• – Who advises politicians, especially regarding nature of risks?
        • • Commissions, advisory boards comprised of practicing scientists, lawyers, sociologists concerned individuals, religious bodies…..
  • 28. Animal biotechnology and law
    • • “ Any food system practice that does not allow individuals who do not want to consume meat or milk from clones to act upon their values at a reasonable cost is ethically unacceptable and ought to be illegal.” (Thompson, 1997)
    • • Lack of controls to prevent GE animals from entering the food chain (e.g., cows that produce drugs in their milk)
      • – One reported instance of meat from GE animals used in a food product
  • 29. Public education: ethics of implementing biotechnology without public understanding or consent
  • 30. Responsibility to the public: education
    • • Is it morally responsible to implement technologies that impact the public while excluding them from decision-making?
      • – Need for public education to facilitate understanding & discussion of biotech
      • – Need for informed consent
      • – Foisting of technology is wrong, not technology itself (Thompson, 1997)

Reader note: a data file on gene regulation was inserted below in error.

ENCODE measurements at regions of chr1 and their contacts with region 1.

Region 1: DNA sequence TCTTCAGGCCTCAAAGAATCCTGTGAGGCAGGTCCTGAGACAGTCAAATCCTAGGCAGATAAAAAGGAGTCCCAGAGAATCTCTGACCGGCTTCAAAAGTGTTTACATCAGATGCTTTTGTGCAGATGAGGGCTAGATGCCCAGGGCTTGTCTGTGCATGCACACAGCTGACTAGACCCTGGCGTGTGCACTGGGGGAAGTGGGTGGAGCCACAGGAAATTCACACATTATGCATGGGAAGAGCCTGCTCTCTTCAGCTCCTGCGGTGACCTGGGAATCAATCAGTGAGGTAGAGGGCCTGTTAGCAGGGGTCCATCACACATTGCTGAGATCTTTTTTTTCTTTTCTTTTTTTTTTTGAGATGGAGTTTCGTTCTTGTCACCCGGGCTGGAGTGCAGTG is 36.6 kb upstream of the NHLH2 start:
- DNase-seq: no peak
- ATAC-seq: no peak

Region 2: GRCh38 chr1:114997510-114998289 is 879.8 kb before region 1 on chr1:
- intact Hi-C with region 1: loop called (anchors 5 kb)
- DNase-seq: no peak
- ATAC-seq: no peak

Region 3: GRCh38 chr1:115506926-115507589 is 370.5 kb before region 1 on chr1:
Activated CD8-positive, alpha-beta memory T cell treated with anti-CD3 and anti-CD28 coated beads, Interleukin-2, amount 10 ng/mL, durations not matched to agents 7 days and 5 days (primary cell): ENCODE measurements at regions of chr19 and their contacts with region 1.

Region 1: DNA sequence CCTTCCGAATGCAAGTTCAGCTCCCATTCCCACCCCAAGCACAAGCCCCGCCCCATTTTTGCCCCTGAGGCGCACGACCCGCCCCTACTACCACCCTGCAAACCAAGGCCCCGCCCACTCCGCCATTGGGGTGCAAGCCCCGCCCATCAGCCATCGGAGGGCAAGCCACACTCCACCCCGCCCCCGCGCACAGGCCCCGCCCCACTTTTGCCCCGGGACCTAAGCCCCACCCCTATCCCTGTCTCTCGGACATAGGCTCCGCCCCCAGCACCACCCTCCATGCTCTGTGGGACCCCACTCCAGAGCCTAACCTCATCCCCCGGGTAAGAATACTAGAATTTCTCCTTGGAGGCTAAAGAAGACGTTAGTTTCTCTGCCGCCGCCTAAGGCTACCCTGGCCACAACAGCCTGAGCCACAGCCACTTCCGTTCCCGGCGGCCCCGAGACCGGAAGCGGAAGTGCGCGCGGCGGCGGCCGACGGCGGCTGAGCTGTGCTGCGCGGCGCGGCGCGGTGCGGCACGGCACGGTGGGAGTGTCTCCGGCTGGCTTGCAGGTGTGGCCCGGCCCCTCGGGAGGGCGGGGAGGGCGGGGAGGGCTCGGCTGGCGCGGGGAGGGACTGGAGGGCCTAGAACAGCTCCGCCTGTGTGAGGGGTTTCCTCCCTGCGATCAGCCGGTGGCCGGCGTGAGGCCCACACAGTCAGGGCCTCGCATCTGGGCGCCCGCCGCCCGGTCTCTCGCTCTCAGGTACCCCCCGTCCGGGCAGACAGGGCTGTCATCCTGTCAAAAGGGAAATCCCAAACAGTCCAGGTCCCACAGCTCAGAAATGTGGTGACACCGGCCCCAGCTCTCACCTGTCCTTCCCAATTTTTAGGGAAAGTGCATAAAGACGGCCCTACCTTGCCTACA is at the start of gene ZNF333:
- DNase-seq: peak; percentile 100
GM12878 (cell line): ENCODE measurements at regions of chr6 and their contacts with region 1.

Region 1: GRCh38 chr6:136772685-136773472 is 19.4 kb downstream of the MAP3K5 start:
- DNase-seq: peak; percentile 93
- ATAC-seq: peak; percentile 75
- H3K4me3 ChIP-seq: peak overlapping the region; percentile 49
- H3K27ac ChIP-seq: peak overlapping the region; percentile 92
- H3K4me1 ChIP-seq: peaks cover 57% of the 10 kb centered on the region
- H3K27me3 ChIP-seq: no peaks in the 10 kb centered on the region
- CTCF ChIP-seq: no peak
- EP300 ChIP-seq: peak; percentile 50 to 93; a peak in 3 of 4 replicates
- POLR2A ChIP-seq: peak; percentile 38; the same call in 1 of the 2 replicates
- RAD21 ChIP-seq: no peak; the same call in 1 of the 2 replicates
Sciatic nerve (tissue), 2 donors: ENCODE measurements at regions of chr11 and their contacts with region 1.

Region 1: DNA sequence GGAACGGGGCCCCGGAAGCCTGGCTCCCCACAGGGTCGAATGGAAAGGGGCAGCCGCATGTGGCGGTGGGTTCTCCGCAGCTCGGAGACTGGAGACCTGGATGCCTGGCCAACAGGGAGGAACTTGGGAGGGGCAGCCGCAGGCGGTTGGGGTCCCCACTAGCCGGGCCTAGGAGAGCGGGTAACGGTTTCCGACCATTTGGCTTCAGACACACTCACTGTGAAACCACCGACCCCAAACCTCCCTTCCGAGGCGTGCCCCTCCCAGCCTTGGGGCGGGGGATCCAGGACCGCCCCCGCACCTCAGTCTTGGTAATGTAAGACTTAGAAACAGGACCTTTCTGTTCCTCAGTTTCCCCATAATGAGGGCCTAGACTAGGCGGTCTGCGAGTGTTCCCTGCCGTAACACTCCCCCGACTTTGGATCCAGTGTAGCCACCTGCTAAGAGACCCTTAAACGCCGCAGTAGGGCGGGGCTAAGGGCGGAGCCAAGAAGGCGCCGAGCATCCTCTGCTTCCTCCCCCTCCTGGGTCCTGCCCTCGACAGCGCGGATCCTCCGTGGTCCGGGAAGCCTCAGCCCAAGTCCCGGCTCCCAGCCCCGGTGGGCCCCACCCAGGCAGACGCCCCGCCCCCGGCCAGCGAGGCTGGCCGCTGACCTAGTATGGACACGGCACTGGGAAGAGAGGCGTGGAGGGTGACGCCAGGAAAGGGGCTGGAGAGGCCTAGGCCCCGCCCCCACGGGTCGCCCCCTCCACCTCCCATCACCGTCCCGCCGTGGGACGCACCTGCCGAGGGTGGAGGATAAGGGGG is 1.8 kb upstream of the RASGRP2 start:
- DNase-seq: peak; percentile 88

• 31. Conflicts of Interest
  • 32. Conflicts of Interest (Hodges, 2000)
    • • Biotechnology companies’ investments in research and development
      • – Usually patent techniques and are eager to market them
      • – May create artificial “needs”
      • – May pressure governments to act in their best interests
      • – Governments may pressure scientists to be definitive about risks
      • – Self serving--huge markets benefiting pharmaceuticals
      • – “ Might doesn’t make right”; “Ends don’t justify means”
  • 33. Conflicts of Interest (Hodges, 2000)
    • • “ Politicians do not like probabilities
    • • “ Scientists do not like ethics”
    • • “ Consumers and users do not like risk”
    • • “ Business does not like waiting”
    • Can these conflicts be resolved?
    • – How?
  • 34. Need for scientists to integrate ethical analysis into the scientific process
      • • “ Allowing a contentious technology such as human cloning to become feasible through technical means alone, without legal, social and ethical reviews, is inconsistent with democratic values” (Thompson, 1999)